**This Review is spoiler free, and encompasses the entire thirteen episode run of the second season.**
Frank Castle is back, but does his probable final season give us a good journey for the anti-hero?
The answer is, sadly, no. Don’t get me wrong—season 2 is plenty enjoyable. If you enjoy seeing Punisher do his thing, well you are going to get plenty of that. Just not much more. His character doesn’t really go anywhere new—something that isn’t necessarily a must. He is The Punisher after all, and you can’t just make him not kill criminals. The problem is just that there isn’t much more meat on the bone besides watching Frank Castle work.
We do get some returning faces, in fact most of the cast from the first season is back. Madani’s role is fairly similar and parallel to Frank’s, and never goes much further than where we were at the end of season one. Frank’s good friend Curtis makes a come back, and actually had a pretty hefty hand in the season’s ongoings. Jason R. Moore is great in the role, and watching him play off Bernthal’s Castle never gets old. Curtis’s arc throughout the whole season however is nothing special, or particularly stand out worthy.
Now when it comes to Billy Russo, AKA Jigsaw, this is a big part of the season that misses the mark. While there is a particular gripe that I will hit on in a moment, Russo’s journey as a character throughout the season is ultimately empty and tedious. While Ben Barnes’ performance is fine, Russo’s role in the story lacks emotional impact—and ends up being a weird rehash of things we’ve already seen. The decision and direction that the writers chose for Russo was the wrong move. I wish I could clarify this more for you—as I would have thought this aspect would be displayed clear as day in the trailers—but it’s absent in the marketing. So that means you’ll have to see for yourself. But within the first episode, you should clearly see this choice I’m referring to in terms of where Billy Russo is at mentally. Then…there’s where he’s at physically.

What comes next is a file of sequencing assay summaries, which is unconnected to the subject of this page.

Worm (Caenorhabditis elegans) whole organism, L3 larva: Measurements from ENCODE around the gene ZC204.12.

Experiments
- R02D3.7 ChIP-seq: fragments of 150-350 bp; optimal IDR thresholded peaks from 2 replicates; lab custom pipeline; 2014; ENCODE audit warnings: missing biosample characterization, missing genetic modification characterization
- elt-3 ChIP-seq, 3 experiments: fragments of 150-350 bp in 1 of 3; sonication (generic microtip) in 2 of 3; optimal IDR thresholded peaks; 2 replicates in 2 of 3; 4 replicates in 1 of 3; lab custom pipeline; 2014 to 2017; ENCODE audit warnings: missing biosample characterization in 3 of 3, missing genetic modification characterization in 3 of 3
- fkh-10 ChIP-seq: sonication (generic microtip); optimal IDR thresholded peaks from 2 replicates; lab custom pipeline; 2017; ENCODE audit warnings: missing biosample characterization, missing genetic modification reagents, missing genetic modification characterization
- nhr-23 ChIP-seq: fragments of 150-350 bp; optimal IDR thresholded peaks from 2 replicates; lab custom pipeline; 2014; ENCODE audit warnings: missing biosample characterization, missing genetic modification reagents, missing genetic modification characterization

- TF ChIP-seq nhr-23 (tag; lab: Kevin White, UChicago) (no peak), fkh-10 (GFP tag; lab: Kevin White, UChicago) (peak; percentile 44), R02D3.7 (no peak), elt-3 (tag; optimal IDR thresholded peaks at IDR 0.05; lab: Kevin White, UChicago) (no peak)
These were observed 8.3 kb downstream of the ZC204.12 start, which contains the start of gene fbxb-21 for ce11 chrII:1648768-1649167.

I want to take a moment, and really hit the nail on the head with something. The final design/result of Billy Russo’s facial damage was insulting—on many levels. Not only did their severity seem to slightly change throughout the episodes, but he looked better than Frank Castle does after a rough day at work. That is not what the face of a man dragged against broken glass would look like. I don’t care what surgical miracles may have occurred, his face would not be back to normal. Furthermore, I could never take Russo seriously when he would dive into his rants about what was done to him. He looks fine—he has a few cuts that look like they are a week away from healing. It really hurt the character, and quite frankly was an appalling decision to have made for the show. Now the show tries to paint it all in the light that it is more mental damage, but that just never really sticks as many of Billy’s outbursts relate directly to the way he looks–which is like a handsome man ran into a few branches. Some will likely gloss over this, or not even acknowledge it, but I genuinely felt it to be one of the worst aspects of the season.
Billy isn’t the only villainous focus this season. New to the roster is Josh Stewart, who plays the new baddie in town John Pilgrim. What’s John’s problem? Well…you won’t really know for awhile. In fact, that character only starts to hit his interesting peaks when the season is coming to a close—and even then you can only look back and wish that more had been done with him. Throughout the season, it seemed obvious that the show never really knew who to focus on when it came to John and Billy. In fact, many times when the show cut to John Pilgrim on camera, I would be left wondering why he was still important to the ongoing plot. At the very least, Josh Stewart’s nuanced performance is interesting to watch, and makes for a unique personality.
When it comes to new additions to the show, there is one shining star in particular. That would be Giorgia Whigham as Amy Bendix. While she can be annoying and frustrating at times, overall her inclusion in the season is a welcome one. Bendix’s performance is great, and the relationship/bond that is formed between her and Castle is easily the highlight of the entire season.
Season two of The Punisher gave us a tedious, oddly repetitive, and unfocused tale of Frank Castle getting dragged back into the life. Is it unwatchable? Not at all. There’s plenty of enjoyment to have at watching The Punisher do his thing—and Jon Bernthal is still the perfect person alive for playing the role. I just wish there were far less disappointments and baffling writing choices on top of that. If this is the last time we see Bernthal take up the mantle, then it’s a shame. But hey, it’s hard to say that someone will ever do justice to the character in the same way ever again. Jon Bernthal, you did the character proud.
The Punisher is available only on Netflix, and premieres on January 18th.